Wednesday, December 7, 2011
Earth's Twin Kepler-22b Discovered "Next Door"!
Our world felt a little less special on Monday, as NASA's Kepler mission announced the discovery of an "Earth-sized" planet orbiting a "sun-like" star.
Yes, another one.
But this new orb merits special status -- because it's the first planet to be officially confirmed to exist in the so-called "habitable zone." It's an ideal size. It orbits just the right distance from its star, which is a lot like our own sun.
This means that the planet, called Kepler-22b, is the best bet yet to be a place with a thick atmosphere and a wet landscape.
The discovery "is a major milestone on the road to finding Earth's twin," said Douglas Hudgins, Kepler program scientist at NASA Headquarters in Washington, visiting Moffett Field's NASA Ames for the five-day First Kepler Science Conference.
If this all sounds a little familiar, it's because we're getting better and better at finding things.
Twice before astronomers have announced near-Earth-size planets in habitable zones, though clear confirmation has proved elusive.
The tally of confirmed and "candidate" planets grows every day. Just a year and a half into Kepler's planet-hunting mission, there are 28 confirmed planets and 2,326 candidate planets -- of which a stunning 1,000 have been found since February.
Of the 54 candidate planets in the "habitable" zone, where liquid water could exist, Kepler-22b is the first to be confirmed. This milestone will be published in The Astrophysical Journal.
The powerful telescopes are finding other things, too. In another big announcement Monday, using telescopes at the Hawaii-based Keck Observatory and the McDonald Observatory in Texas, astronomers at UC Berkeley announced the discovery of the largest black holes to date -- two monsters with masses equivalent to 10 billion suns that are capable of consuming anything, even light, within a region five times the size of our solar system.
The $600 million Kepler spacecraft peers at about 150,000 stars in the constellations Cygnus and Lyra, trying to detect any change in star brightness that suggests a passing planet. Three dips, or dimming, must be seen for confirmation.
The Kepler science team uses ground-based telescopes and the Spitzer Space Telescope to review observations on planet candidates that the spacecraft finds, validating their identification.
"The tremendous growth in the number of Earth-size candidates tells us that we're honing in on the planets Kepler was designed to detect: those that are not only Earth-size, but also are potentially habitable," said Natalie Batalha, Kepler deputy science team lead at San Jose State University.
"The more data we collect, the keener our eye for finding the smallest planets out at longer orbital periods," she said.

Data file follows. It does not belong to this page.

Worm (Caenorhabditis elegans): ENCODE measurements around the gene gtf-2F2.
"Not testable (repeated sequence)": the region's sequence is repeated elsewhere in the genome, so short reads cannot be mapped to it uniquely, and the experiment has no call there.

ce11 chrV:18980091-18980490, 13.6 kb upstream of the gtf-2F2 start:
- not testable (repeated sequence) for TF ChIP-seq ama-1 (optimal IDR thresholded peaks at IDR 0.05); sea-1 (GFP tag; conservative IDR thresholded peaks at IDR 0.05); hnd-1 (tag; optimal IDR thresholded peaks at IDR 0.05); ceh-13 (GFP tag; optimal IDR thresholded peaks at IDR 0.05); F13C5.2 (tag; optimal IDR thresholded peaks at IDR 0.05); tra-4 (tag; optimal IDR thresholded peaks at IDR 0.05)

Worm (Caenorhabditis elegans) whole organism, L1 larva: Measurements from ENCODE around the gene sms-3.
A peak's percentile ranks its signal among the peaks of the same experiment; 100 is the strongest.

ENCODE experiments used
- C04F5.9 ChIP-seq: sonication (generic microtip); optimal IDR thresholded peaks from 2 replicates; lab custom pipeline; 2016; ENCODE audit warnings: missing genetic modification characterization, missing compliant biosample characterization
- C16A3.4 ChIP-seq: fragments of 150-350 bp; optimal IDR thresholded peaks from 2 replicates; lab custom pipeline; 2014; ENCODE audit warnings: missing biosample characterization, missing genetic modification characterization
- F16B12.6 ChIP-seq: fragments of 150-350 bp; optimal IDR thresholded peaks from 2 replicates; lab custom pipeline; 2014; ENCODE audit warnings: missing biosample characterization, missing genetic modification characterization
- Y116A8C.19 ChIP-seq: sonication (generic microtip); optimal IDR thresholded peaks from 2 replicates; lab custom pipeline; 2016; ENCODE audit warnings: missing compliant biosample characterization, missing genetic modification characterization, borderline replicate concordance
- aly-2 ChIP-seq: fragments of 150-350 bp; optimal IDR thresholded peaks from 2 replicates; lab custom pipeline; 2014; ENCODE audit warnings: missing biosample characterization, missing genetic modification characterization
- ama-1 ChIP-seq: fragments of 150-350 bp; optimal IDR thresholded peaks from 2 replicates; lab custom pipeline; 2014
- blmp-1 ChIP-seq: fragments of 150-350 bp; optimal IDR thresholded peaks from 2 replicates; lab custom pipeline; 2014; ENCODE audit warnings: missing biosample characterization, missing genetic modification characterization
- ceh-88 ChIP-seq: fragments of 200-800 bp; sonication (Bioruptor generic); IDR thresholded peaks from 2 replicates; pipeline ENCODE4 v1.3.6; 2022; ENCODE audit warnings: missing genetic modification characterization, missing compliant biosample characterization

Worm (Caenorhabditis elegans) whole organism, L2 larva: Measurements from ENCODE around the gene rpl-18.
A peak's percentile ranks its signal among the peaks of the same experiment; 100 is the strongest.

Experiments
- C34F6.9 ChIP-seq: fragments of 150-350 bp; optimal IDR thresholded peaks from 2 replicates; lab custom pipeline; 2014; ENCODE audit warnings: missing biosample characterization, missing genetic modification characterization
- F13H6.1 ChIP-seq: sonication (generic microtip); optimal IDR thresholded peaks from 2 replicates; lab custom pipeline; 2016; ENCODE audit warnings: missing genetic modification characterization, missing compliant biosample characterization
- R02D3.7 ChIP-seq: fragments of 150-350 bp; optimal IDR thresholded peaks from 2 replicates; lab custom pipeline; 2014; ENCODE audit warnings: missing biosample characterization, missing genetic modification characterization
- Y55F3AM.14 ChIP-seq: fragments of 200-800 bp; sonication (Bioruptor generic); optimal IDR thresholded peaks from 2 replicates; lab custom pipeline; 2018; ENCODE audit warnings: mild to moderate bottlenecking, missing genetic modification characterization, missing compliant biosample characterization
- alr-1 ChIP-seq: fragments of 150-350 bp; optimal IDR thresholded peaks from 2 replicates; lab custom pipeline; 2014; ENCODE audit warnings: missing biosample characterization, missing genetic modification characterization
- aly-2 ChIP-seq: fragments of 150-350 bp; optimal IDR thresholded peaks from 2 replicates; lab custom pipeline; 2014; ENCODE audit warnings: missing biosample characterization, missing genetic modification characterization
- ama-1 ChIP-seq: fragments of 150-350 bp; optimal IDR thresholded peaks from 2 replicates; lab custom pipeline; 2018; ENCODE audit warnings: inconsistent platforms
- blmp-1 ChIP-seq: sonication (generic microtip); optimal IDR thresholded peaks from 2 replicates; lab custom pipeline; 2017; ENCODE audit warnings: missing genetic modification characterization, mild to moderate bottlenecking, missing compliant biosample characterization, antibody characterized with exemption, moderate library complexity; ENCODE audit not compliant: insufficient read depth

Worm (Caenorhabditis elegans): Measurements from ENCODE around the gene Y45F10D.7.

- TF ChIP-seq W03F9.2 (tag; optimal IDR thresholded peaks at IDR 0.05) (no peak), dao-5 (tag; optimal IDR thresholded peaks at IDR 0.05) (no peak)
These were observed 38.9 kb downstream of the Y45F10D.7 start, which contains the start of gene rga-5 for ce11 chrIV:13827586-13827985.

The planet, named Kepler-22b, is 2.4 times wider than Earth.
But the true nature of the new planet remains a mystery. No one knows whether it's rocky, gaseous or liquid.
If it has a surface, astronomers estimate temperatures in the comfy 70-degree range -- T-shirt weather.
To better understand the Kepler 22-b's composition, it is first necessary to measure its density and mass -- that is, how heavy it is. The Kepler telescope can't do this, but Keck and other ground-based telescopes can. Scientists hope to try this next summer.
And we don't yet have the tools to detect faraway signs of metabolism, with biological markers like atmospheric oxygen or methane.
But any notion of earthlings settling down on Kepler 22-b has one highly significant challenge: distance. The space shuttle, heading out today at 17,000 mph, would reach our nearest star system -- Alpha Centauri, slightly more than four light years away -- in about 165,000 years. The new planet is 600 light years away -- so that same shuttle would get there in 23 million years.
SETI tunes in
But Kepler-22b seems to have several intriguing similarities with Earth. Its home star, some 600 light years away, is "almost a solar twin," Batalha said. So the light hitting the planet's surface would be almost the same color as the light that illuminates Earth.
And Kepler-22b's year is almost the same length as an Earth year: 290 days instead of 365.
It is a prime target for the Search for Extraterrestrial Intelligence, carried out with the dedicated 42-dish Allen Telescope Array in Northern California, said Jill Tarter of Mountain View's SETI Institute.
A preliminary search for radio signals from Kepler-22b is already under way, she said. There are billions of radio channels to be examined.
Discovering all these new planets sounds impressive -- but it's only a prologue to a far larger story, according to SETI Institute's Seth Shostak, in response to Monday's news.
"Extrapolating the results from searches, it's safe to say that the vast majority of stars are ringed by planets," he wrote. "Indeed, the best guess is that the tally of planets in our own galaxy is approximately a trillion."
"It's reasonable to imagine," according to Shostak, "that Kepler-22b has a billion siblings in our galaxy: a billion other Earthlike worlds threading the vast tracts of the Milky Way."
The above post credited entirely to: New planet found in habitable zone where 'Earth's twin' may be found, at MercuryNews.com
See YouTube video at: Kepler-22b Discovery Video